Please ensure Javascript is enabled for purposes of website accessibility
Home / Commentary / Letter to the editor: Project bonding offers protections

Letter to the editor: Project bonding offers protections

This is in response to a Jan. 16 column, by Joshua Levy and Bailey Steffes, called “Tools of the Trade: Avoiding subcontractor defaults.”

There is a brief mention of payment bonds but no details about the level of protection they offer to lower-tier subcontractors and suppliers.

We agree with the authors’ statement: “When a key player on a project unexpectedly goes out of business or has financial difficulty, the biggest concern for other stakeholders should be to preserve job costs and the overall budget. All money paid out must be disseminated to the lower tiers, otherwise problems will result …”

We would like to point out that the best way to manage risks associated with default is performance and payment bonds. For over a century, surety bonds have been required on public projects for that very reason.

Contract surety bonds are highly effective tools for owners and contractors to shift the risk of contractor and subcontractor failure, and for ensuring that a qualified contractor or subcontractor that is capable of completing the contract is on the job. Bonding involves a careful, rigorous and professional process in which a surety company prequalifies the contractor or subcontractor and provides assurance that the contractor or subcontractor will perform according to the terms and conditions of the contract.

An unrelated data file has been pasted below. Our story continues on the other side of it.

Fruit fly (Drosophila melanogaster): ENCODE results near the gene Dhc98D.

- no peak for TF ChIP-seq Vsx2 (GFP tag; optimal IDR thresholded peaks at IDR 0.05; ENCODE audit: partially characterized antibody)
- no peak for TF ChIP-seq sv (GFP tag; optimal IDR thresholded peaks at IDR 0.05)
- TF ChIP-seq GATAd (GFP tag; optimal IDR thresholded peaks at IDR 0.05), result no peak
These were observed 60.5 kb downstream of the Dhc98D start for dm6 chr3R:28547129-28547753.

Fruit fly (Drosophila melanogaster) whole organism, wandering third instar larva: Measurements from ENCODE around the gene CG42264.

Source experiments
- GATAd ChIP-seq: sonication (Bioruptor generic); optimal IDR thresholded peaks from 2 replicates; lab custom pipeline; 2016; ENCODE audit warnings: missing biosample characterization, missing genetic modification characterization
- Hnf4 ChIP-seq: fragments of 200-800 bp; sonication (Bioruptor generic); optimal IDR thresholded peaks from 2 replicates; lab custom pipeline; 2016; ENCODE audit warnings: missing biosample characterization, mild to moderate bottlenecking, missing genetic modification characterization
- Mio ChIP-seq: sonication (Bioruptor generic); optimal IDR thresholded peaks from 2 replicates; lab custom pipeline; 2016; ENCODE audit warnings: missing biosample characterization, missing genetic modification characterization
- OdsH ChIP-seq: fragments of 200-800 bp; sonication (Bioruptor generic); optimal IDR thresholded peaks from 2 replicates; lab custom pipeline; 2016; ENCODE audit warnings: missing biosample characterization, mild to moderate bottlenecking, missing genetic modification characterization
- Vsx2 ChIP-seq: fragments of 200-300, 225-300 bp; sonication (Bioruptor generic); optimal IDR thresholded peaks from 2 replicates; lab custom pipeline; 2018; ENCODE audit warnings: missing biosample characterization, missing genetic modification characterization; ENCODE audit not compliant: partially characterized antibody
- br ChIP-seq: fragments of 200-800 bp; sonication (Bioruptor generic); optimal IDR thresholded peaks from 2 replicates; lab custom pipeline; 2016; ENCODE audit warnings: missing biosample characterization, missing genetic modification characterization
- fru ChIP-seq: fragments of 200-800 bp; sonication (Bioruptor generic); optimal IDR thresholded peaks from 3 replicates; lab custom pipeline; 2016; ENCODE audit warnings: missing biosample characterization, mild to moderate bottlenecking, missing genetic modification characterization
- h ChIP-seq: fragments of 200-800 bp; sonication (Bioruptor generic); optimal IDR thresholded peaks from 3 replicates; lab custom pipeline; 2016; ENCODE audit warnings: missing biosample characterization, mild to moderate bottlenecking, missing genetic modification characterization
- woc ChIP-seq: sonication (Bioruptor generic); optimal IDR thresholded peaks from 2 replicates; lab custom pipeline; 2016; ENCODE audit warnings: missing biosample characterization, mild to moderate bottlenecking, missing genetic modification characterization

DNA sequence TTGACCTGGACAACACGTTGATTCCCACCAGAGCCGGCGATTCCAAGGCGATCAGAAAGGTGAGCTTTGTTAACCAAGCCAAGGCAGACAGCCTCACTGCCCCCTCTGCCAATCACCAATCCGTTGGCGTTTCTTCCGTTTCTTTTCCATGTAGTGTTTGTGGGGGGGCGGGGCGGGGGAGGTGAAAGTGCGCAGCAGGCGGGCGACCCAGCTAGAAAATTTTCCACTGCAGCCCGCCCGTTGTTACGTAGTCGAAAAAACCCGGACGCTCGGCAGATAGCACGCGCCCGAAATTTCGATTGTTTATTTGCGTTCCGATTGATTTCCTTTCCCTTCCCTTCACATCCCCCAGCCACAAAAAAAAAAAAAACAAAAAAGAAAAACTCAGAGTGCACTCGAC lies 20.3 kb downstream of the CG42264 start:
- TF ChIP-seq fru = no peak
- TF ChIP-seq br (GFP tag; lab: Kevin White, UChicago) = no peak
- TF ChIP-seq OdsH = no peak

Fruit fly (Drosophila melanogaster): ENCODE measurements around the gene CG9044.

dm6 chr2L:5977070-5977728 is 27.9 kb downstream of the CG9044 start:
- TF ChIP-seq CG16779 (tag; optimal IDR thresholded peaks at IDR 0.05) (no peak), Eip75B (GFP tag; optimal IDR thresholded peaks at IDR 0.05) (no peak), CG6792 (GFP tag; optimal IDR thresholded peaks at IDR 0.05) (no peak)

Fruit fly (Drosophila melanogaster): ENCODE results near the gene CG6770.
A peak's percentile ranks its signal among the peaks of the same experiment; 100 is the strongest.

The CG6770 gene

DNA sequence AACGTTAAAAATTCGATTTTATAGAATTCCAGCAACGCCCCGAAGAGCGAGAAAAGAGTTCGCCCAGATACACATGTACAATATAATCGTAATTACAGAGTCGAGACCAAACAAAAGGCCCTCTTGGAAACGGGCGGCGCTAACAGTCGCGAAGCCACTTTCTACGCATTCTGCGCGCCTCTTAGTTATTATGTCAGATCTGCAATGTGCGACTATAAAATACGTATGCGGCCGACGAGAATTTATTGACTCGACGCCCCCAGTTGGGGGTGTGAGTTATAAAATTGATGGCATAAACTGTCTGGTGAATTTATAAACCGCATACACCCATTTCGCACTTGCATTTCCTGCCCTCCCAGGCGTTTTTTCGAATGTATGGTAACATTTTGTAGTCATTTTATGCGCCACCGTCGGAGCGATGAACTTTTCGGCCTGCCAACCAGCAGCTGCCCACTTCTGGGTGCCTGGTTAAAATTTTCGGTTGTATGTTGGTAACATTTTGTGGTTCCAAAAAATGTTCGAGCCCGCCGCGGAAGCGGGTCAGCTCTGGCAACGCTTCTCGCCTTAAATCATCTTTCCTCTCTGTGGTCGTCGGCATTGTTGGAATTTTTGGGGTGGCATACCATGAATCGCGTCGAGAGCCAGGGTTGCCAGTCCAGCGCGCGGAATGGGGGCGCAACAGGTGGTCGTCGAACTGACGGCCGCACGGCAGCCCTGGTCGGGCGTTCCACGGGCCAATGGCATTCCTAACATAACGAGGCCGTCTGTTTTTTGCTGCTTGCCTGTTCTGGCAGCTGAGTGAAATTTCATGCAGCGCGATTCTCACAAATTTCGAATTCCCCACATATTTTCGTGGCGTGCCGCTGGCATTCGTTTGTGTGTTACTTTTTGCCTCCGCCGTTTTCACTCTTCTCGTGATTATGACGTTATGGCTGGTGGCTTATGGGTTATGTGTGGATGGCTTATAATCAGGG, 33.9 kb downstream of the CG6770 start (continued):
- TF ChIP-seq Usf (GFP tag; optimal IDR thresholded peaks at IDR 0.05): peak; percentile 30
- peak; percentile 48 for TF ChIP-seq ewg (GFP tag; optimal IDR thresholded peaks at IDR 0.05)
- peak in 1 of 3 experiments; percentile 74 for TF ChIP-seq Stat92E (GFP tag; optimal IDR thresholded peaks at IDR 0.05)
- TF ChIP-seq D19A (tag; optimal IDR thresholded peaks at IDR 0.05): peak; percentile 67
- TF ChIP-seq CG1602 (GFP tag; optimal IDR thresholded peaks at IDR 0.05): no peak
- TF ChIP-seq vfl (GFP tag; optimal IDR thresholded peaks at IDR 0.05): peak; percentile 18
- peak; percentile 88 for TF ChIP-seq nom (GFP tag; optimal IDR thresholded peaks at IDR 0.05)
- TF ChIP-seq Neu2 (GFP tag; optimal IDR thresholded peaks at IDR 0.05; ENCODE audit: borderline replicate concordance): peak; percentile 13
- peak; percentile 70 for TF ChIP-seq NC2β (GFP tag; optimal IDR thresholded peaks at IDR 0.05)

A performance bond protects the owner and GC from financial risk should the contractor or subcontractor default on its contract. A payment bond protects certain subcontractors, suppliers and laborers, ensuring they will be paid subject to any restrictions and limitations imposed by statute, the contract or subcontract, or the bond.

When a bonded contractor runs into trouble, the surety often steps in behind the scenes to help prevent default, keep the project moving and keep lower-tier contractors and suppliers paid. In the event that the bonded contractor defaults, the surety takes the responsibility to deal with certain unpaid creditors, suppliers and laborers, and sees that the contract is completed. In addition, subcontractors, laborers and suppliers under the subcontract are guaranteed payment by the payment bond.

Performance and payment bonds offer protections that no other risk-management tools do. That is why surety bonds remain the best way to protect taxpayer dollars and ensure that lower-tier contractors and suppliers on the contract get paid.

— Stephanie Robichaux
communications manager, The Surety & Fidelity Association of America

Leave a Reply

Your email address will not be published. Required fields are marked *